Also, as Catherine pointed out, “just in time” teaching would seem to contradict Academic Literacies models which aim to promote criticality towards established norms as a productive way of growing academically. As she puts it in personal correspondence, “There is no room for questioning well established models if one is struggling to deal with the norms as they are.”

So I’m not convinced that doing what students want or think is best (easiest?) for them is the best approach here. Perhaps a better option is explaining the rationale for our writing courses to the students, in an attempt to increase the receptivity to the classes we teach.

What do you think? Could “just in time” teaching work where you are?

#ELTbehindthescenes of ClaresELTCompendium

#ELTbehindthescenes of ClaresELTCompendium

Inspired by Joanna’s post and and this post by Tekhnologic, who have started using the Twitter hashtag #ELTbehindthescenes, I thought I’d share a little bit of background on

How I plan & write my blog posts

I’m not a super prolific blogger, I have to admit. My posts appear rather sporadically. I started my blog after recommendations from IATEFL colleagues, in a bid to ‘get my name known’ since I’m a budding ELT materials writer. So I use my blog to share materials that I have written and lesson plans and ideas for teaching English. These are the posts that the most thought and planning goes into. Having said that, the materials and ideas I share are not just invented for the blog – they are usually things I have developed for my own teaching, have tried out in my own classrooms, and think are worth sharing with other teachers.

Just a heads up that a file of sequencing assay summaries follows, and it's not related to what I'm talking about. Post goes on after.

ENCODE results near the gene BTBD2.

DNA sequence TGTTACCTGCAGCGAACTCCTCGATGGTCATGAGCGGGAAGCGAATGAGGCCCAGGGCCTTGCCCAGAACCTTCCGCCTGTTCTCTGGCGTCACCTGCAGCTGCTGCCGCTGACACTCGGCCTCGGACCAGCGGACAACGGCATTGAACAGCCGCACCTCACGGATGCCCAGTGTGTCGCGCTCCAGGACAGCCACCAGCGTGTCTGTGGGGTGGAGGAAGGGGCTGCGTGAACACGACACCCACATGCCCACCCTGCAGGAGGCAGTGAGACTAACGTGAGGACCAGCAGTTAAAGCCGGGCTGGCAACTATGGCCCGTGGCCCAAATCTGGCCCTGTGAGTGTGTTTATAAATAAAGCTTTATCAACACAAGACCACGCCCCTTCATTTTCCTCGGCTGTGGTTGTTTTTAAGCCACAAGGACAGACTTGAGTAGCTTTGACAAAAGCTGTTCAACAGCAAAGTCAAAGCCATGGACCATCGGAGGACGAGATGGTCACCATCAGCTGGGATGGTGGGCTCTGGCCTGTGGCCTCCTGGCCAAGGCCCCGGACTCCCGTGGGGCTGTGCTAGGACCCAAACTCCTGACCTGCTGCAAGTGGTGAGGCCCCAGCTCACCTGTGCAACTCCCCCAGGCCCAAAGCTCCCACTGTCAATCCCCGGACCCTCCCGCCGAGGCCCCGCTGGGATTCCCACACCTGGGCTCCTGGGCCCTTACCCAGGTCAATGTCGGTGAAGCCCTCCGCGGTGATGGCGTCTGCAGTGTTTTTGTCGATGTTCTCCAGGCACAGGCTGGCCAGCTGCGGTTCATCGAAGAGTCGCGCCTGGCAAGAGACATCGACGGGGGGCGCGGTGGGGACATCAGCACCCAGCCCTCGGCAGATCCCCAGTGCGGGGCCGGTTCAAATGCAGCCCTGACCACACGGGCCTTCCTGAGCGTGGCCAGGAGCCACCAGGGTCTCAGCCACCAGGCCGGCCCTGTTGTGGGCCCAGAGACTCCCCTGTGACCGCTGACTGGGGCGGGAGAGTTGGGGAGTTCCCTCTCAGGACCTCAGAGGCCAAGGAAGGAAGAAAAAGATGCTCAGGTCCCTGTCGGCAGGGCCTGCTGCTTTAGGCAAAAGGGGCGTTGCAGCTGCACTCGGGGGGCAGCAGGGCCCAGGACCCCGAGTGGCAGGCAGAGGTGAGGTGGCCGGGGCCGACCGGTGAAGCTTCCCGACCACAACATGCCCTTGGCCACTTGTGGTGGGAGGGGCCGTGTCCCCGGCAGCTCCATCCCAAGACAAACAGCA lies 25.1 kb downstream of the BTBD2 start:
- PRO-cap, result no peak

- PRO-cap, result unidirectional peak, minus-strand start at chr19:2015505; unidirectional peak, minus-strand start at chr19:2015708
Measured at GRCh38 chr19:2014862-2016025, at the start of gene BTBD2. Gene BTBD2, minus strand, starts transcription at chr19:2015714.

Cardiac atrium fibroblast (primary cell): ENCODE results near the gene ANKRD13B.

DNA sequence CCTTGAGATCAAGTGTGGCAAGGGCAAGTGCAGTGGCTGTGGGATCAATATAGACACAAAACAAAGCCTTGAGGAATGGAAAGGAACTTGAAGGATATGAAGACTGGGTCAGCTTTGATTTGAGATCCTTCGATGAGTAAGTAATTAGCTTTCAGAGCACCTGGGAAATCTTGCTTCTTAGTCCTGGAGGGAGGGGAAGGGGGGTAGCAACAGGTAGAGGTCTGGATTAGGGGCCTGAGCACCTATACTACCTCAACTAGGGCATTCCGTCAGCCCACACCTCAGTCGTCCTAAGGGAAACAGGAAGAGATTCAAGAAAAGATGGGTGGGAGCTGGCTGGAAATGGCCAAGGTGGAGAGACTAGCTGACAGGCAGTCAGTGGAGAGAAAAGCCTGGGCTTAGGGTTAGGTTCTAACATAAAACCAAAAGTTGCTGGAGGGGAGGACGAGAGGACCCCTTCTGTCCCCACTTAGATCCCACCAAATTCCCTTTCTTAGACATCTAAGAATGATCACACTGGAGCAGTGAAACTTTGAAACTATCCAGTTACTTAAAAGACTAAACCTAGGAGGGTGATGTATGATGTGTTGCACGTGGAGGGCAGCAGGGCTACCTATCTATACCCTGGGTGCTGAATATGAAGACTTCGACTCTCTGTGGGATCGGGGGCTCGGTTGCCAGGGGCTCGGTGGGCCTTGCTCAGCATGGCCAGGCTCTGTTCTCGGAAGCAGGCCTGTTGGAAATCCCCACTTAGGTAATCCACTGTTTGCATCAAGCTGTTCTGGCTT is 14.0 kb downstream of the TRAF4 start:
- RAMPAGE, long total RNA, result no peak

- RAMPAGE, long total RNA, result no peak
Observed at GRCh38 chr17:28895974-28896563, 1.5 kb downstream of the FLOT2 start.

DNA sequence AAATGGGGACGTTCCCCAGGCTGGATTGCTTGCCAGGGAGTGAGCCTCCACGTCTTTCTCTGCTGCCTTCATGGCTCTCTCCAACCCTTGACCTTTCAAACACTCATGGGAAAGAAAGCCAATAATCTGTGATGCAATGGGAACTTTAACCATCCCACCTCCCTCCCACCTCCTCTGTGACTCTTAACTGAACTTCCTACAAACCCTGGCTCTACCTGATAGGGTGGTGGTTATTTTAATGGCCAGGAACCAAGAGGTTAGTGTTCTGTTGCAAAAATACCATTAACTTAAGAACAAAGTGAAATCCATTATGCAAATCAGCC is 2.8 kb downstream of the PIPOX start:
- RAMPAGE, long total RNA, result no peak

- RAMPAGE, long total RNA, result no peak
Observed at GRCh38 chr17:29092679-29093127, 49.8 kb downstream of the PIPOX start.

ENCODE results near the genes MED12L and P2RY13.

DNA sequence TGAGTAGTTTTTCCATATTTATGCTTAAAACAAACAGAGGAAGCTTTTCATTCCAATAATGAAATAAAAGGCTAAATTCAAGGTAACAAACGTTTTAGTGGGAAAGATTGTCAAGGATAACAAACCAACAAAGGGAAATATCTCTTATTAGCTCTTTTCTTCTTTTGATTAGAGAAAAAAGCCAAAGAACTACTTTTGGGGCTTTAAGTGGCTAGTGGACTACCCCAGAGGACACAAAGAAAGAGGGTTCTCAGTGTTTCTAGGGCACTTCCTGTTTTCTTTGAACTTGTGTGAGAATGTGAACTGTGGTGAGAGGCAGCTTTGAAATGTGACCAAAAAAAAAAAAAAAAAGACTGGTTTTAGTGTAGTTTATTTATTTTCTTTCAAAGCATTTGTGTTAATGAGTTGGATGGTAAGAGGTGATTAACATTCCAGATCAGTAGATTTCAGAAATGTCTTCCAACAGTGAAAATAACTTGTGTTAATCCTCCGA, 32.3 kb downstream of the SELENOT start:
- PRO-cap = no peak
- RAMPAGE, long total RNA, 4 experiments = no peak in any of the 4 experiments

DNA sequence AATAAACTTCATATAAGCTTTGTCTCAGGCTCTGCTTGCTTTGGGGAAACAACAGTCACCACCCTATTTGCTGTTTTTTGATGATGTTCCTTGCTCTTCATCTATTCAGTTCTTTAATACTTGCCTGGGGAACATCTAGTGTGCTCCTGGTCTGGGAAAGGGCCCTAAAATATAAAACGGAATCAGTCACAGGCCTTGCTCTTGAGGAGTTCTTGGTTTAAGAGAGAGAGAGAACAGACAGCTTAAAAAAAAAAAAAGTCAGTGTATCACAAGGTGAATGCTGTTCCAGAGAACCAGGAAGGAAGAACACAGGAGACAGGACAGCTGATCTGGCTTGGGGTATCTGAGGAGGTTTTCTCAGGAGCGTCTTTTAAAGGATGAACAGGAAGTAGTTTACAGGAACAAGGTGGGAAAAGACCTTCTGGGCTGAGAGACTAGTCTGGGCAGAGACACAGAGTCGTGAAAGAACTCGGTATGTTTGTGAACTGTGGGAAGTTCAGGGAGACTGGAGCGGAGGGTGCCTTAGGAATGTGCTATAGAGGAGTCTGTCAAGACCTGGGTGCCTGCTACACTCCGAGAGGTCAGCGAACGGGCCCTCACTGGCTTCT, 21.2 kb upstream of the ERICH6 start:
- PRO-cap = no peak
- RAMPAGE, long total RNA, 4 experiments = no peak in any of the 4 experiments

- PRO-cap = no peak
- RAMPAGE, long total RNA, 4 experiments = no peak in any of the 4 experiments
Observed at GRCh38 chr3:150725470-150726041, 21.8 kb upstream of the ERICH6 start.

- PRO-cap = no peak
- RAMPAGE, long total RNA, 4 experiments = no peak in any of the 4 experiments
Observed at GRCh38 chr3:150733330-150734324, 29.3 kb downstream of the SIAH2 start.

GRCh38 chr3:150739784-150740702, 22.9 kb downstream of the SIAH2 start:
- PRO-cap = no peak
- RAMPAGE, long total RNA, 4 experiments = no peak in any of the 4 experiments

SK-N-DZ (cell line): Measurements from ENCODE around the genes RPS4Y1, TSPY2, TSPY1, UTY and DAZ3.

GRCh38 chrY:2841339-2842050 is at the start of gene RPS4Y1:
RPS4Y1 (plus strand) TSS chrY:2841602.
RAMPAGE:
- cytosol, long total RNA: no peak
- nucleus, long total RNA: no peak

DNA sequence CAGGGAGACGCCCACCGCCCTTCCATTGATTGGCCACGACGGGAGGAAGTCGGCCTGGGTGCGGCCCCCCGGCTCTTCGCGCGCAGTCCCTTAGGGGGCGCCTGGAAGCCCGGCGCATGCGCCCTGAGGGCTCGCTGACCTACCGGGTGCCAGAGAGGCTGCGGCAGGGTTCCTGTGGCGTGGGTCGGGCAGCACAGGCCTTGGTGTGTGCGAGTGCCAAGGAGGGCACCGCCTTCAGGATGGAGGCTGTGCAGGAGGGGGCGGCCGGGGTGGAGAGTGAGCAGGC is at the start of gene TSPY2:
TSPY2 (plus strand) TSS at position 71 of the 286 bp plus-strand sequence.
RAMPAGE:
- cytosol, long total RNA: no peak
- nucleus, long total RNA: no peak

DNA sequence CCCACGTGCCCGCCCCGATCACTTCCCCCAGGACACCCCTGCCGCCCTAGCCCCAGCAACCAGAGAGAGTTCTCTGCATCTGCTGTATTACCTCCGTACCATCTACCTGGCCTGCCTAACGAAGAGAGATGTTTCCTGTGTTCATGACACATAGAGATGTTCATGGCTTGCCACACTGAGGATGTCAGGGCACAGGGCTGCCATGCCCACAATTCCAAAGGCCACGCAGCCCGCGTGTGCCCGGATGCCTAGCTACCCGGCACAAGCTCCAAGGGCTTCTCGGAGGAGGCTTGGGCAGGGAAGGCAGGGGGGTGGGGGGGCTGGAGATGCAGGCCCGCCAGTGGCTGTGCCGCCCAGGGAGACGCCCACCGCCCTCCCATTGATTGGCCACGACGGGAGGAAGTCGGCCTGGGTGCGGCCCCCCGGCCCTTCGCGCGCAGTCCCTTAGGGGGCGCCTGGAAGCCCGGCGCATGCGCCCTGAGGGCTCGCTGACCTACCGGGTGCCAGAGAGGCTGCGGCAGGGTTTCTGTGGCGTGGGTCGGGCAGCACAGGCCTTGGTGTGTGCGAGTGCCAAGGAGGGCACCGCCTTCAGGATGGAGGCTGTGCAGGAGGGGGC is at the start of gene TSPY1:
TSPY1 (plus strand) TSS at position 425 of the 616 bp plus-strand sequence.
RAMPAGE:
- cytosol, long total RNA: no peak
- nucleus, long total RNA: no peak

When I write materials, I usually have a certain approach in mind, for example a new technique or theory that I have read about and want to apply in practice. I believe it is important for teachers to base their lessons on informed pedagogical decisions. Some of my posts, then, are more like summaries of published ideas and research, in an attempt to help other teachers understand why I do what I do in my materials. I also contribute to ELT Research Bites which provides bite-size summaries of published research in language teaching and applied linguistics. And then I post the materials. I put effort into formatting worksheets and other handouts so they are optically pleasing and also clear for learners. I spend time writing teachers’ notes with answers and suggested procedures for using my materials. This takes quite a lot of time, because I make an effort to write everything so that it will be clear for everyone, even novice teachers.I love reading comments from teachers who have tried out my materials, especially any feedback for potential edits.